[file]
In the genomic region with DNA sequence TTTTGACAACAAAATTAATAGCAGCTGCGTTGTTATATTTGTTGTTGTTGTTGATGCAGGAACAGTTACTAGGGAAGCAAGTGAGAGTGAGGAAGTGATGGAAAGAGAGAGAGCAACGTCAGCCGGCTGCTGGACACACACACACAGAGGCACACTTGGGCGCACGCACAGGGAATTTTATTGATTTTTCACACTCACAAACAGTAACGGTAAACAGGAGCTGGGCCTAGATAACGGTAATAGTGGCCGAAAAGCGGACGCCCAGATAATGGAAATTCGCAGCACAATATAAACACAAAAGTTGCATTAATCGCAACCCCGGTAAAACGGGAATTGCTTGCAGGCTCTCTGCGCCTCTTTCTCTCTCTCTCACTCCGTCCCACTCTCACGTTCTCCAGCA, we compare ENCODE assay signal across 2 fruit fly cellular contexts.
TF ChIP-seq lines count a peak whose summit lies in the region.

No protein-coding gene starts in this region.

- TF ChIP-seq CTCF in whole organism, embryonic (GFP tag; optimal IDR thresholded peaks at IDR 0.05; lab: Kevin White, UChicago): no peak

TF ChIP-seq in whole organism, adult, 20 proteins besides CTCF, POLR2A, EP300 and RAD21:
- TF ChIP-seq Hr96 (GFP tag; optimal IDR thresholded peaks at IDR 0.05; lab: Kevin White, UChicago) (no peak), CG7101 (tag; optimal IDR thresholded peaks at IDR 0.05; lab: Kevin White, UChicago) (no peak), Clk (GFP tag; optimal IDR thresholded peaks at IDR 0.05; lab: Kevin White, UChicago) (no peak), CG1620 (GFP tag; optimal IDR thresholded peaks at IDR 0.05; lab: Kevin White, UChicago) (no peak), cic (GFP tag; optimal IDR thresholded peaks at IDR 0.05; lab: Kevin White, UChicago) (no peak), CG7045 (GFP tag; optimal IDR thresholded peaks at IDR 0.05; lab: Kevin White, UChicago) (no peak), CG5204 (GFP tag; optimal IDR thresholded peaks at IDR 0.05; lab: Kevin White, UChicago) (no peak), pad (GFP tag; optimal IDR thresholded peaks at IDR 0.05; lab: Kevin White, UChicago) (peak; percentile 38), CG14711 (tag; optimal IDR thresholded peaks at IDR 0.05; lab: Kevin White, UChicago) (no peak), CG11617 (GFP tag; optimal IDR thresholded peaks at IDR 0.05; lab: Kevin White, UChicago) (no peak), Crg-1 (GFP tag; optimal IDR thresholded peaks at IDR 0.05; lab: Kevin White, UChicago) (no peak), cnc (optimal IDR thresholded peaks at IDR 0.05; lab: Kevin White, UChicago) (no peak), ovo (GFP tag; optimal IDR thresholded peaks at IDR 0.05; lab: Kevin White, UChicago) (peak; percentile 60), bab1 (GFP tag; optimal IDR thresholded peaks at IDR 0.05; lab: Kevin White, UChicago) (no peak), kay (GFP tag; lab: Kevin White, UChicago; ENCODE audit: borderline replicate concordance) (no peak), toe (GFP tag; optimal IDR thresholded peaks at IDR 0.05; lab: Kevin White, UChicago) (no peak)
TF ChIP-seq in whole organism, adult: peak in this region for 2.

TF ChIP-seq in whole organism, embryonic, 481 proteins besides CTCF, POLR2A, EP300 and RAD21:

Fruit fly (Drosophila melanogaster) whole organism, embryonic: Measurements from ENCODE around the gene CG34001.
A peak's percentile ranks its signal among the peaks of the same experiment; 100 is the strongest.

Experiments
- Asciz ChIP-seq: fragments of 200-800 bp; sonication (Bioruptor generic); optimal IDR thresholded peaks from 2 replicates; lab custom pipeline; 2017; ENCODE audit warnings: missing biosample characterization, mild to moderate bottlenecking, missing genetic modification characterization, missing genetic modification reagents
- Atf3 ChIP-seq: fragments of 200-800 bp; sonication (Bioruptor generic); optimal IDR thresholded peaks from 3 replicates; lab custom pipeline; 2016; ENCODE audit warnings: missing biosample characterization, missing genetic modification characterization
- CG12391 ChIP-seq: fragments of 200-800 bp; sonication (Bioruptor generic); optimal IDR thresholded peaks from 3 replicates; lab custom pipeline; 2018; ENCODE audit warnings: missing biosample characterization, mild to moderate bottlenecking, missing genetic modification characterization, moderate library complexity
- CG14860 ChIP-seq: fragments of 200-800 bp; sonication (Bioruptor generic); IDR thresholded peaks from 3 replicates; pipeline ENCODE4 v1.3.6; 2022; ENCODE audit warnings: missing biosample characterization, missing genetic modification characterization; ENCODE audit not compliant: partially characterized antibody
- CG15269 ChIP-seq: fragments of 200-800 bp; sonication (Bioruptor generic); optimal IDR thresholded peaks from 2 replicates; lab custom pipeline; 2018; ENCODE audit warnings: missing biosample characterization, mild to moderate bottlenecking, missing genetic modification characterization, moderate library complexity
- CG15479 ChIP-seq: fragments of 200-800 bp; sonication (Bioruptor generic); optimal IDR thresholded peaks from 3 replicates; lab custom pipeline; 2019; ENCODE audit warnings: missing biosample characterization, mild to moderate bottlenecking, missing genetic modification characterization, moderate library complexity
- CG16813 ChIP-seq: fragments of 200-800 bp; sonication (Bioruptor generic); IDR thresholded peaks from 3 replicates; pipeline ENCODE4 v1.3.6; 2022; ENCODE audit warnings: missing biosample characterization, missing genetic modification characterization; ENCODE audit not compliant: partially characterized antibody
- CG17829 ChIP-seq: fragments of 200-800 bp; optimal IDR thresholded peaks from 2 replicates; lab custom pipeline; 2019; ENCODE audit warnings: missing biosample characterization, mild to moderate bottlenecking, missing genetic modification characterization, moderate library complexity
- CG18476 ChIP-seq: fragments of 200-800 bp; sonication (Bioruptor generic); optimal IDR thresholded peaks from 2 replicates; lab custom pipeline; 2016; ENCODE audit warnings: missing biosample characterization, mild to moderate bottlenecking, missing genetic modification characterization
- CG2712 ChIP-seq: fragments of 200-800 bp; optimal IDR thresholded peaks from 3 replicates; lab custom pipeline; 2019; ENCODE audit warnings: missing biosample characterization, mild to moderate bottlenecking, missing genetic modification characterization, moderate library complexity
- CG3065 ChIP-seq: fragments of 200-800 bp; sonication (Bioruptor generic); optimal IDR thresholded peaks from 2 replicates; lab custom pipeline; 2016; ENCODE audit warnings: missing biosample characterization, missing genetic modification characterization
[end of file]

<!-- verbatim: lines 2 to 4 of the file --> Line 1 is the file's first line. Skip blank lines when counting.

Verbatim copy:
TF ChIP-seq lines count a peak whose summit lies in the region.

No protein-coding gene starts in this region.

- TF ChIP-seq CTCF in whole organism, embryonic (GFP tag; optimal IDR thresholded peaks at IDR 0.05; lab: Kevin White, UChicago): no peak